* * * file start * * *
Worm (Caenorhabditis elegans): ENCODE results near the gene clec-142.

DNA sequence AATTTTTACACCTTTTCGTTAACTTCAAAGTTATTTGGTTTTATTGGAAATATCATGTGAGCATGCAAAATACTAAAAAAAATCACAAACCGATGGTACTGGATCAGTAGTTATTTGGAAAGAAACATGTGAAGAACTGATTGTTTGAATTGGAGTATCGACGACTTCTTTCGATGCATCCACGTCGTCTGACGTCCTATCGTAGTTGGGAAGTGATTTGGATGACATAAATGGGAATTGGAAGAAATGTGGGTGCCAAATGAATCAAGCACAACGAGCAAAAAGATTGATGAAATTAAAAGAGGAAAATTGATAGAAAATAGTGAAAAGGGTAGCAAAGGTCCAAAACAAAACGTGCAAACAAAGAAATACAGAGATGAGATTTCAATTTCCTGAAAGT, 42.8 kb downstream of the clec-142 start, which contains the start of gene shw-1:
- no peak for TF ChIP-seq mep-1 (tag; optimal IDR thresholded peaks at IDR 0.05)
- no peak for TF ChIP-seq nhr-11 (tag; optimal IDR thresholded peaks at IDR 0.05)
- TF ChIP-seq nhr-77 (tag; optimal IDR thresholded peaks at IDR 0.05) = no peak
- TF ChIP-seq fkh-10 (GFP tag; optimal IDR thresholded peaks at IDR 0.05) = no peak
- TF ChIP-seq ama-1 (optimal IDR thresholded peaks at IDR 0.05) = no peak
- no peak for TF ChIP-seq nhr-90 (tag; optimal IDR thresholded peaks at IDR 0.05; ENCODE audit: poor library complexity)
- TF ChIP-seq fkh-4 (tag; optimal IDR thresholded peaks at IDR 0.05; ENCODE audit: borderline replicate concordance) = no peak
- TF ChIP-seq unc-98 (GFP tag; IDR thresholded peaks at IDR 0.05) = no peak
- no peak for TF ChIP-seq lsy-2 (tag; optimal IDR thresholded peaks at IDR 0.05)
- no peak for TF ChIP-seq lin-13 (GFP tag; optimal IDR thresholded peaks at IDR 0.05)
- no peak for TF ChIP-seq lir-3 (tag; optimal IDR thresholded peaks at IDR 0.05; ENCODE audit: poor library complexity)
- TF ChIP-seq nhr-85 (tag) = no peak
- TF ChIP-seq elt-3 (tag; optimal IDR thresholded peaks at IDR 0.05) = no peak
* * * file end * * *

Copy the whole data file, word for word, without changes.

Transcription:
Worm (Caenorhabditis elegans): ENCODE results near the gene clec-142.

DNA sequence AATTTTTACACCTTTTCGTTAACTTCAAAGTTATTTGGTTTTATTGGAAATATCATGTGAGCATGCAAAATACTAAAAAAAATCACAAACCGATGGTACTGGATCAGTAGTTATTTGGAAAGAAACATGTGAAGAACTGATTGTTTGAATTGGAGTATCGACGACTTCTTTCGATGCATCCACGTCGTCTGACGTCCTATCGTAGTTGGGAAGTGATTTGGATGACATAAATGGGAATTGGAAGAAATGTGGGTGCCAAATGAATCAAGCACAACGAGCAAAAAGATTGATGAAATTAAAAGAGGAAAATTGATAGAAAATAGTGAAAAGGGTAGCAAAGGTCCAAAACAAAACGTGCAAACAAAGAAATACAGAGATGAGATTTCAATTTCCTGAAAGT, 42.8 kb downstream of the clec-142 start, which contains the start of gene shw-1:
- no peak for TF ChIP-seq mep-1 (tag; optimal IDR thresholded peaks at IDR 0.05)
- no peak for TF ChIP-seq nhr-11 (tag; optimal IDR thresholded peaks at IDR 0.05)
- TF ChIP-seq nhr-77 (tag; optimal IDR thresholded peaks at IDR 0.05) = no peak
- TF ChIP-seq fkh-10 (GFP tag; optimal IDR thresholded peaks at IDR 0.05) = no peak
- TF ChIP-seq ama-1 (optimal IDR thresholded peaks at IDR 0.05) = no peak
- no peak for TF ChIP-seq nhr-90 (tag; optimal IDR thresholded peaks at IDR 0.05; ENCODE audit: poor library complexity)
- TF ChIP-seq fkh-4 (tag; optimal IDR thresholded peaks at IDR 0.05; ENCODE audit: borderline replicate concordance) = no peak
- TF ChIP-seq unc-98 (GFP tag; IDR thresholded peaks at IDR 0.05) = no peak
- no peak for TF ChIP-seq lsy-2 (tag; optimal IDR thresholded peaks at IDR 0.05)
- no peak for TF ChIP-seq lin-13 (GFP tag; optimal IDR thresholded peaks at IDR 0.05)
- no peak for TF ChIP-seq lir-3 (tag; optimal IDR thresholded peaks at IDR 0.05; ENCODE audit: poor library complexity)
- TF ChIP-seq nhr-85 (tag) = no peak
- TF ChIP-seq elt-3 (tag; optimal IDR thresholded peaks at IDR 0.05) = no peak